Sarit Swanborn | In Conversation with SPUSD Teacher of the Year | South Pasadenan

PHOTO: Alisa Hayashida | South Pasadena News | SPUSD Teacher of the Year, Visual Arts Teacher, Sarit Swanborn

Ask any family in town whose children have gone through our public elementary schools and they’ll tell you how much art teacher Sarit Swanborn meant to them. “One of my favorite times in South Pas was walking into Munch Company and seeing my son’s artwork on display,” says Arroyo Vista parent Jessie Mobley. “Ms. Swanborn asked the students to paint portraits of a dog in a dynamic Andy Warhol/pop-art style. They also made clay statues of this dog, which has now joined the AV Art Collection on display in our home. Her son, Max, echoes her enthusiasm for the art show saying, “She made us feel important by displaying our artwork around South Pas.”

Much to the delight of Mobley, countless South Pas families, and all the teachers and selection committee who voted, Swanborn was selected as the South Pasadena Unified School District Teacher of the Year. She was first named Teacher of the Year at Marengo Elementary this spring, which led to her being eligible for SPUSD Teacher of the Year — to say she’s honored is an understatement, Us says. -she.

PHOTO: Alisa Hayashida | South Pasadena News | Sarit Swanborn with her 2nd grade students at Monterey Hills Elementary.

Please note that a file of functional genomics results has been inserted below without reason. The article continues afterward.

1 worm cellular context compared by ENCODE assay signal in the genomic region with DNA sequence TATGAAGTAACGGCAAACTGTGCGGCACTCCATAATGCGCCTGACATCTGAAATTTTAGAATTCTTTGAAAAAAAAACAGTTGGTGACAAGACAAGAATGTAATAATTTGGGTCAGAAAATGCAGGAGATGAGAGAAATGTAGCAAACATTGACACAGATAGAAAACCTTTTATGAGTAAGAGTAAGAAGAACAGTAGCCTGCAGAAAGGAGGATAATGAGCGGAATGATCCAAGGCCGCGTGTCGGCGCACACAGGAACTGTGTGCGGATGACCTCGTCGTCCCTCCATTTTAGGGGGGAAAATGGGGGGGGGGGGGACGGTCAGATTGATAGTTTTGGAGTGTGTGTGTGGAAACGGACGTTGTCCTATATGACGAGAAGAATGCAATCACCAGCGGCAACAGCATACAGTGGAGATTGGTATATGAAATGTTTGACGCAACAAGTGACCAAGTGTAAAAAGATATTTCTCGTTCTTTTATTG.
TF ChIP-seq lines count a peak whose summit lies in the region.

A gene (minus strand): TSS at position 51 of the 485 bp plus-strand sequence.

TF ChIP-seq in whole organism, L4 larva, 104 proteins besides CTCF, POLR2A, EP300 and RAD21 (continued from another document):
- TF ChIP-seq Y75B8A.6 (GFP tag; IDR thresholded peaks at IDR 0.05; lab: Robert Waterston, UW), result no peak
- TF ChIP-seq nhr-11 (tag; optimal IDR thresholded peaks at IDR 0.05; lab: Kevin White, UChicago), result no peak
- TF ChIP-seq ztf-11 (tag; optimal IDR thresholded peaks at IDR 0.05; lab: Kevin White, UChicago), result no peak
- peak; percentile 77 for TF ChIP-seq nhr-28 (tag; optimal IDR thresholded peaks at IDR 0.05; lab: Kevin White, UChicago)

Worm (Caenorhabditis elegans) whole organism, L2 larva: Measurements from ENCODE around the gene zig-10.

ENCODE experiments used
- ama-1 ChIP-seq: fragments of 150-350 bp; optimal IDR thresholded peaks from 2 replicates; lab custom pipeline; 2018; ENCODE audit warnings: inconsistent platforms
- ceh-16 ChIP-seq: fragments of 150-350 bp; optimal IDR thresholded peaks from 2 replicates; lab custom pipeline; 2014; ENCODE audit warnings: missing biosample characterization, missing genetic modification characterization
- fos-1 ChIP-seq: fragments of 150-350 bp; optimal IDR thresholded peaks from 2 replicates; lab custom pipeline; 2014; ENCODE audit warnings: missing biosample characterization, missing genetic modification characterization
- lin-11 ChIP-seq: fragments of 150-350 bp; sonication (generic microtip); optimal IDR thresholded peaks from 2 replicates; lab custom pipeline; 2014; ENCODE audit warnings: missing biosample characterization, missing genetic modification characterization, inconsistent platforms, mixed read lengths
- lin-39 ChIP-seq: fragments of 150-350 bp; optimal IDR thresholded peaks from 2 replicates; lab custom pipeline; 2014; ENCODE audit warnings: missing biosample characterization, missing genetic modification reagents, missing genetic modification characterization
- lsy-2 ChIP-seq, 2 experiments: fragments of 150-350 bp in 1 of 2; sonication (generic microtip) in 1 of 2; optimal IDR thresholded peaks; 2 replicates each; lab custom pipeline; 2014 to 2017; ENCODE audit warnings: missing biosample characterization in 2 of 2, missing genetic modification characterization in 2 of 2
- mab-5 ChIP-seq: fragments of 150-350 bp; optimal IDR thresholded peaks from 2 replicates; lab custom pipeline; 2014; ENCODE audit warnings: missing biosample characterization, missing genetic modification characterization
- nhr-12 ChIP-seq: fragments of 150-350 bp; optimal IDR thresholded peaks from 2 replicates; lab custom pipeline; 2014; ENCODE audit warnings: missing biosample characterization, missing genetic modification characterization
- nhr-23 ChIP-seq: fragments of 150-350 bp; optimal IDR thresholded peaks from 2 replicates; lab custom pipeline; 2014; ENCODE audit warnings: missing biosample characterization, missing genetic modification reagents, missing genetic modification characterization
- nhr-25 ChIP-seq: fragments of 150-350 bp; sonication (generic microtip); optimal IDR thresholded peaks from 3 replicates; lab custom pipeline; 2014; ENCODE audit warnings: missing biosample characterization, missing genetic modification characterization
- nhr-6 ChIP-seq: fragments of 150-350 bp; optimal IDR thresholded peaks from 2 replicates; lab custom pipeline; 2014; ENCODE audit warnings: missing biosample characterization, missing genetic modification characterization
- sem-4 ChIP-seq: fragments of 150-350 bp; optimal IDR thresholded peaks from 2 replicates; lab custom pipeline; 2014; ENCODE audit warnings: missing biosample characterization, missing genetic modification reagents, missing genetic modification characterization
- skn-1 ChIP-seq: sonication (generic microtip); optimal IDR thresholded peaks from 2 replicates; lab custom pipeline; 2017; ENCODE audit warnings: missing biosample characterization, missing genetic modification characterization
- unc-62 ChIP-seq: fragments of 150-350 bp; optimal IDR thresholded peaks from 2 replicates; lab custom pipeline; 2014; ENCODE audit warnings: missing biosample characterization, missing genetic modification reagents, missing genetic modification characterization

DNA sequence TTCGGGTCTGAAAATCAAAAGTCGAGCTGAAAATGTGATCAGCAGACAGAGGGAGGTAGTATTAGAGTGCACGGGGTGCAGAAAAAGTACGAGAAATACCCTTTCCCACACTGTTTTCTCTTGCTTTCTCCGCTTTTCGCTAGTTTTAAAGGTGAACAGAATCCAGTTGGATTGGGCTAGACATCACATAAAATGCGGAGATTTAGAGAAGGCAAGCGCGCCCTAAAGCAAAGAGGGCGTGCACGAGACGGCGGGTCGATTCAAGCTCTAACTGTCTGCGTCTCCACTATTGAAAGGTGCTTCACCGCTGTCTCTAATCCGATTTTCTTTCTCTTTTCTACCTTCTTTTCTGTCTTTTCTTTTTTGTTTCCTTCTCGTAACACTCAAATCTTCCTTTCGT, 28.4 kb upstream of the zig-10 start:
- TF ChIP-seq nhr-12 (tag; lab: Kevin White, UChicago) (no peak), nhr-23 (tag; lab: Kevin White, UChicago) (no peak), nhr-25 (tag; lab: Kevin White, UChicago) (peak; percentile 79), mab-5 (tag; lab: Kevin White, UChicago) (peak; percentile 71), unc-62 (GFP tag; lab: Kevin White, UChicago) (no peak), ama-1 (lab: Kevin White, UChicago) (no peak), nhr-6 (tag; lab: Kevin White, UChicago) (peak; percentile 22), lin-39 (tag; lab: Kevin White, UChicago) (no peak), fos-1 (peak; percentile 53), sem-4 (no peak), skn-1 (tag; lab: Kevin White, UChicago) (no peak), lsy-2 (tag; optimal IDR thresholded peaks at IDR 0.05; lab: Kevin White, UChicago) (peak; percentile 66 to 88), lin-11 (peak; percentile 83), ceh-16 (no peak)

The teachers of the year are selected by the teachers of each school. “I never thought this honor would come to me because I’m only at each school site for 13 weeks. I am very invested in each student, but I am everything and then I leave. This is the fate of the “itinerant teacher”. So it’s really a dream to even receive a nomination let alone be named teacher of the year. In fact, she was named Teacher of the Year at Marengo even though her time there was in the fall. Swanborn says: “It’s been quite an exciting year – we’ve rolled out engraving for the 4e graders, which we displayed in the front office with the 5 koi fishe graders, Paul Cezanne inspired art for the first graders – the kids made beautiful art and we really showed the diversity of sophistication from the younger grades to the upper grades. And I think that made a tangible difference.

PHOTO: Alisa Hayashida | South Pasadena News | Grade 2 students working with India Ink at Monterey Hills Elementary.

This visual arts program has been in the making for 12 years. It started as an artist-in-residence program where art instructors were hired through a partnership between SPACE (South Pasadena Arts Center which is now closed) and SPEF. Our district had lost funding for a full-time art teacher in 2008. There was an opportunity for SPUSD to partner with the Music Center, but local artists here in South Pasadena along with district kids said: “We have our talent base here. “Parents like Victoria Arriola and Hope Perello lobbied on parent forums for SPACE to partner with local educators who are artists to create South Pasadena’s own artist-in-residence program, which ended up occur. So for the next three years, instead of offering no visual arts, they were able to bring back an arts curriculum for students. Swanborn taught 3rd-5ewhile Rebecca Tager, Diana Friess and Sarah Dugan taught pre-K–2n/a. It was called AIR (Artists-In-Residence), run by Arriola and Perello who brought in the artists. They had 90 minutes with each class. This was an 8 week course ending with a two week project/exhibition.

PHOTO: Alisa Hayashida | South Pasadena News | Sarit Swanborn teaches 2nd grade students at Monterey Hills Elementary.